Weekly Teaching Tip – August 18, 2014
by Dr. Curt Stock and Anna Siciliano
An Unusual Case of Dysphonia
We often see rather interesting cases of dysphonia in the Voice and Swallowing Center in Salt Lake City, Utah. My colleague referred a lady in her 50’s with persistent hoarseness of several months duration to the clinic for further flexible fiber optic and stroboscopic evaluation. Her only real significant past medical history was that of Rheumatoid Arthritis. Her only medications were for her RA. These did not include Methotrexate or Embril, but only medications for symptomatic treatment. We present a case of a Rheumatoid nodule of the vocal fold.
Rheumatoid Arthritis or RA affects about 3% of the population and in all cases about 1/3 of patients have laryngeal symptoms. It is an Autoimmune disease with presenting symptoms of morning stiffness lasting for over one hour, joint pain, joint swelling, weakness and fatigue. (Well that may describe a lot of us over 60). Most frequent presenting laryngeal symptoms are foreign body sensation in the throat, and vocal weakness. In 66% of laryngeal involvement the cricoarytenoid joint is involved inhibiting the movement of the vocal folds. Then we have rheumatoid nodules, frequently called “Bamboo nodules” from their pathological appear microscopically.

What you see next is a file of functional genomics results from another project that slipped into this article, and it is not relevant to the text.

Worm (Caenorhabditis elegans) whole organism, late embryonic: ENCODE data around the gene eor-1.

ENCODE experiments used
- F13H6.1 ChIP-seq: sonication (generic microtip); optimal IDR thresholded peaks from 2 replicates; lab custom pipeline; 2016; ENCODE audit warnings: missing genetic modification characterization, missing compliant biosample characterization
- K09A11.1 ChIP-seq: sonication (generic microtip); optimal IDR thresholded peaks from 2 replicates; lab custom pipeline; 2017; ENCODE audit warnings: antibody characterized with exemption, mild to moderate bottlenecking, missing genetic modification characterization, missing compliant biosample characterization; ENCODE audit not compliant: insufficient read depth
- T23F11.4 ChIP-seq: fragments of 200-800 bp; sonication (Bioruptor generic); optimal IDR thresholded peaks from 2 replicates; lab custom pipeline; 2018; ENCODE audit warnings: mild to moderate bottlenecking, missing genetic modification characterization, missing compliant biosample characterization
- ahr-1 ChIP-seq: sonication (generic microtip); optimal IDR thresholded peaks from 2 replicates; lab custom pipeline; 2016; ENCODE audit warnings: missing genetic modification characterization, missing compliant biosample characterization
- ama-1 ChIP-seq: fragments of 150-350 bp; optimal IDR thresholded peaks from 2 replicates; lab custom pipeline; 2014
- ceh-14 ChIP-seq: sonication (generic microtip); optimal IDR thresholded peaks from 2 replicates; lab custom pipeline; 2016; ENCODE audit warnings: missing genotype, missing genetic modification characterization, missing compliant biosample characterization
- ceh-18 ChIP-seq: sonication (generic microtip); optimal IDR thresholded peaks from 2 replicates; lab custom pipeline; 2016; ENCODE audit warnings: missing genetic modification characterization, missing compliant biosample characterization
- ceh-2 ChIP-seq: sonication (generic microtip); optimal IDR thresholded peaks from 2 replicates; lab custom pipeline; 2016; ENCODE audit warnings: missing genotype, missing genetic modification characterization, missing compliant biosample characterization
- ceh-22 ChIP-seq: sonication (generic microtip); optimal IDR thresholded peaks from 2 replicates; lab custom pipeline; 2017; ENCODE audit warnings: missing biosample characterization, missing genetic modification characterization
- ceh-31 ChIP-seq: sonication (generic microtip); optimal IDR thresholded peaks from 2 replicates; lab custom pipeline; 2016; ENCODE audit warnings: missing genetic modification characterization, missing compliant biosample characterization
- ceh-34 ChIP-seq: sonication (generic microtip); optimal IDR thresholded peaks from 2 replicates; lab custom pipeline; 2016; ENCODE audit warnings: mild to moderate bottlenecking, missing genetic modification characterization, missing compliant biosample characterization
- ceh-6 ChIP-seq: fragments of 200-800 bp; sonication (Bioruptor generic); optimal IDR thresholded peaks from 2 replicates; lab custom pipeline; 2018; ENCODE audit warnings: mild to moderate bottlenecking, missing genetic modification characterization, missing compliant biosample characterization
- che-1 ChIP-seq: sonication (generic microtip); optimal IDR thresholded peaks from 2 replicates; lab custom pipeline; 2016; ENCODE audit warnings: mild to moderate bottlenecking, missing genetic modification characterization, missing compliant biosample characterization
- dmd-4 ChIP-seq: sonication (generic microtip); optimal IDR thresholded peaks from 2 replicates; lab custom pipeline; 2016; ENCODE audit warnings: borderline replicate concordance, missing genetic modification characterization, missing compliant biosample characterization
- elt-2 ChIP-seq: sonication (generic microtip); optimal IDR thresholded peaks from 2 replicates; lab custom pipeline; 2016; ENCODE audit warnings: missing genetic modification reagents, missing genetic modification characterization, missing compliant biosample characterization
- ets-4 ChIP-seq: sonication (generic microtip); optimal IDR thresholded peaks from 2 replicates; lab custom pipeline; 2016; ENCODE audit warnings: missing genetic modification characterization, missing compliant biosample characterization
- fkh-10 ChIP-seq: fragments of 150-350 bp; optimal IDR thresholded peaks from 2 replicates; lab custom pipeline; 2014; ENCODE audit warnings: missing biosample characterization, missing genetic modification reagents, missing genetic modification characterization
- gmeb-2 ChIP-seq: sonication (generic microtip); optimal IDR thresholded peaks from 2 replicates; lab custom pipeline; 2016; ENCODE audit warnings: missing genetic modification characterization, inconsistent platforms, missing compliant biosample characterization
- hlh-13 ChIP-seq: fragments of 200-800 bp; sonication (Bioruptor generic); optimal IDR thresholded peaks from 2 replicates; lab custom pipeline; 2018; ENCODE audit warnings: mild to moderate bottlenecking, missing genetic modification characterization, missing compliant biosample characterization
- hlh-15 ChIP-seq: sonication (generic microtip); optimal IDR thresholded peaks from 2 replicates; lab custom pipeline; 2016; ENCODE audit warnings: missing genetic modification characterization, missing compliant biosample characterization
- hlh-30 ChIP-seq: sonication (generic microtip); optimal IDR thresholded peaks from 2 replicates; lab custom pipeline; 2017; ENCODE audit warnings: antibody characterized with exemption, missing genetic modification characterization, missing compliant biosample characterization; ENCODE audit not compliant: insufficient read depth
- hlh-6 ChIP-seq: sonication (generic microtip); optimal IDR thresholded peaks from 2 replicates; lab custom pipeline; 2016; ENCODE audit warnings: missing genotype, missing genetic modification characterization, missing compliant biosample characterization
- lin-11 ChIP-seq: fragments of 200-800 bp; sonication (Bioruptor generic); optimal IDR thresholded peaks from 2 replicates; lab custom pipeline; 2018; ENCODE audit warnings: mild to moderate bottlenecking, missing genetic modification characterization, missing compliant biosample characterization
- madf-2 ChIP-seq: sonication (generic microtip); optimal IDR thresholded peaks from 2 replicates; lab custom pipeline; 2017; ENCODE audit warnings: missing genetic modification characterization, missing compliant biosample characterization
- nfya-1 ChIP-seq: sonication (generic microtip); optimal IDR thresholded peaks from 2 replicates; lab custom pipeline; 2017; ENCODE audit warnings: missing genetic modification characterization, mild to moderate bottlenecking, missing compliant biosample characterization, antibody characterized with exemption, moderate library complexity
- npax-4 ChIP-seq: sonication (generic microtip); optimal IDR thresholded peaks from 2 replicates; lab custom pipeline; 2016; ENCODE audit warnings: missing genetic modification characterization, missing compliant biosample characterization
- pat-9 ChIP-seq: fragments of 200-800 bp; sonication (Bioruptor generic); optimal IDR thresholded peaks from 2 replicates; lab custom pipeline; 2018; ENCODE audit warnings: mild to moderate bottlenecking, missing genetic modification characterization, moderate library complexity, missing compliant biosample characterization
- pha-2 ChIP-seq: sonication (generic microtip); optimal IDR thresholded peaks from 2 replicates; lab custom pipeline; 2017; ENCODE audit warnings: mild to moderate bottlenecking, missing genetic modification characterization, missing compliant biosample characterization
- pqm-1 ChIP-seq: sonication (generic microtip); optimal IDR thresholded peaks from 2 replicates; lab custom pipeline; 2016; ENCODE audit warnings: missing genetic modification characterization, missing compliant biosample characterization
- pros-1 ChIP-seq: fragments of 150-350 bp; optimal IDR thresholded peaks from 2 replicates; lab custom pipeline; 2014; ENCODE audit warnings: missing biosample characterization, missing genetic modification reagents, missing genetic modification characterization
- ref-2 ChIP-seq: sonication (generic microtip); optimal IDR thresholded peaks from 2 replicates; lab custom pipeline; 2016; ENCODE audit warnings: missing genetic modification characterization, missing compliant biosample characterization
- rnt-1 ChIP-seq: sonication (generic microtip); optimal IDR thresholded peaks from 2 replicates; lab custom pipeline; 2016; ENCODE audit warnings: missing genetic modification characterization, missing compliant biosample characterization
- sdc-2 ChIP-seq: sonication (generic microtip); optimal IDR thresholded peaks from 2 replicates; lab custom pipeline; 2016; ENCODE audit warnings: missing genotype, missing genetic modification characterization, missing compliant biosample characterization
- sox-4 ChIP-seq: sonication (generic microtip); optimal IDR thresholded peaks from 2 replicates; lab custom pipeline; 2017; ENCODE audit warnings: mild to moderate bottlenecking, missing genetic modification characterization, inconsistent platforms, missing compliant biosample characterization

These nodules are treated with conventional RA medications and even steroid injections into the nodules themselves.
The attached video shows a subtle submucosal nodule in the body of the left vocal fold and not on the edge as one would expect the typical “Screamers Nodule”.
Anyhow, just another nugget as you teach your students and perhaps one day come across persistent hoarseness in a patient with Rheumatoid Arthritis.